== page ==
Danuta Stepek Bienkowska
The Stepek family originated in Haczów, Podkarpacie, the south-easternmost region of present-day Poland. However, in 1922 the young newly-married couple Władysław and Janina Stepek moved to a new settlement between Lwów and Łuck now in present day western Ukraine. Unknown to them this meant that seventeen years later, when war broke out they would be on the Soviet invaded part of Poland rather than the Nazi-occupied. Who knows if a better or worse fate would have enveloped them had they remained in Haczów?
What we do know is that Władysław avoided execution by the Red Army, who had him on a hit list of likely resistance leaders. He was therefore in hiding when his wife Janina and three children Jan (17), Zosia (14) and Danuta (12) were removed from their home in February 1940 and taken by cattle train to a labour camp in the Archangel region of Russia.
The now well–known path followed. Freed from the camp when the Germans invaded Russia in the summer of 1941 they made their way to liberty in Persia, enduring a five thousand mile journey in the process. This was too much for Janina who died of starvation in Teheran and lies buried there in a Polish cemetery.
Jan suffered typhus, dysentery and malaria before recovering to serve briefly in the Polish Army then transferred to the Polish Navy and trained as a radar operator. Zosia recovered and eventually became an interpreter of English for Polish generals during the war. Danuta weighed 25kg when she arrived in Persia in in the age of 15.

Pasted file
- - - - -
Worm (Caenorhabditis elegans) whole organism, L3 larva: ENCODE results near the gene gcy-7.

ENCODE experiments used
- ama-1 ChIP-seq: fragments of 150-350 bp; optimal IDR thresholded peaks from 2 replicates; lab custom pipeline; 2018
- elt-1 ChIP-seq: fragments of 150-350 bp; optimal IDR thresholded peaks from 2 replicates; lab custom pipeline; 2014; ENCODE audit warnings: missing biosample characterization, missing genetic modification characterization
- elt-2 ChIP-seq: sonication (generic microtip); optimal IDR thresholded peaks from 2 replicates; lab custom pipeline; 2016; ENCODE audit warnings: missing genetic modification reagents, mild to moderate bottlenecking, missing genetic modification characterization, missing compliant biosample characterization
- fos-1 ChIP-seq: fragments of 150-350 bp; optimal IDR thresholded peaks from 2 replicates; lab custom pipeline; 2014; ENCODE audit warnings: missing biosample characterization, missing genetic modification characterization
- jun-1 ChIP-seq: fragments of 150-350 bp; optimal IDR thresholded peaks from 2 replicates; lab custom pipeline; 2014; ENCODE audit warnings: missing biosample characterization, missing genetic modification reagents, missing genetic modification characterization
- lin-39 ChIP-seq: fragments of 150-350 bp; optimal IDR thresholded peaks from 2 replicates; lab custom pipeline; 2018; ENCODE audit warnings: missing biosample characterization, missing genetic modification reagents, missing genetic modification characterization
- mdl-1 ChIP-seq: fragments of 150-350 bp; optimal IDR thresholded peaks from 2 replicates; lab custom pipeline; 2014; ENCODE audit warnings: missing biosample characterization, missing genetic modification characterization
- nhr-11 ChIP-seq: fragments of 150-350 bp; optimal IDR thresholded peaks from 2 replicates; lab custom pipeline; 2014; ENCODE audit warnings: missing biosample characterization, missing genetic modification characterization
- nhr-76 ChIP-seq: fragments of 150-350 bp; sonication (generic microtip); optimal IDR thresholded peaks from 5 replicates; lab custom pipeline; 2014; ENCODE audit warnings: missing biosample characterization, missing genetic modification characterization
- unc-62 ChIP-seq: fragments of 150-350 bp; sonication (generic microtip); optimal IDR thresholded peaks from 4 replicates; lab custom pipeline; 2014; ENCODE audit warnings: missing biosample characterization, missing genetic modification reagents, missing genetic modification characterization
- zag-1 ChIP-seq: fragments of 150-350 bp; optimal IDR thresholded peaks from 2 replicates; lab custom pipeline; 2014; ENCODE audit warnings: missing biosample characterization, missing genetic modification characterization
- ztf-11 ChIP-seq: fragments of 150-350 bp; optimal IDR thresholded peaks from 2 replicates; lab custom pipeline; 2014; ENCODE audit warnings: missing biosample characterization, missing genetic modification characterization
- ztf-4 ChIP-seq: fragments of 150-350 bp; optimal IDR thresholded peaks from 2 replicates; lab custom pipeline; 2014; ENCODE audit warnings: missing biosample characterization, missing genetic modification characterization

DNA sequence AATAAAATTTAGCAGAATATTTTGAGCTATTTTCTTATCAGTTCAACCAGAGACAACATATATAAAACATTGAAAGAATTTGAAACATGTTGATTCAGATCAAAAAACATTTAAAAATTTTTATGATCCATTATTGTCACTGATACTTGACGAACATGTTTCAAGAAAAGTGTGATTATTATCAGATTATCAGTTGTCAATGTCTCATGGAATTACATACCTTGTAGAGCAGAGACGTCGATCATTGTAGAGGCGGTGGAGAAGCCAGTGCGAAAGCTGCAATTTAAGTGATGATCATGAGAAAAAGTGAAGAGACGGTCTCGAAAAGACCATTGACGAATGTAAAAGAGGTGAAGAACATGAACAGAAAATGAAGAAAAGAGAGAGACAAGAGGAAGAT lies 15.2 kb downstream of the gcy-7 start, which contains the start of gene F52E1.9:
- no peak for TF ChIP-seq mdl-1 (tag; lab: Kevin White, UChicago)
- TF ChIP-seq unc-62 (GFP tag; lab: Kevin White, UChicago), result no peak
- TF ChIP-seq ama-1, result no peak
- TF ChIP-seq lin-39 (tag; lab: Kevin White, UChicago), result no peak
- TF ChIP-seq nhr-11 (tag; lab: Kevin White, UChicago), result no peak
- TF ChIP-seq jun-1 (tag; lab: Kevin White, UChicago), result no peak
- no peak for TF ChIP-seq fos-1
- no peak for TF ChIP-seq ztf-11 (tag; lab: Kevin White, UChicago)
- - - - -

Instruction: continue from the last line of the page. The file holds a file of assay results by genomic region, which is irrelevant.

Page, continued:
Each found their way to Britain after the war. Jan became one of Scotland’s best-known entrepreneurs and then longest-serving chairman of a professional football club, Hamilton Academical. He also funded Polish language and cultural studies at the University of Glasgow. He died at the age of 90 in 2012. Zosia settled in London and had a long career as a teacher of English. Danuta too became an entrepreneur in Scotland, making dresses and jewellery before opening and running a hotel. The two sisters are still alive some seventy four years after they were taken to Siberia.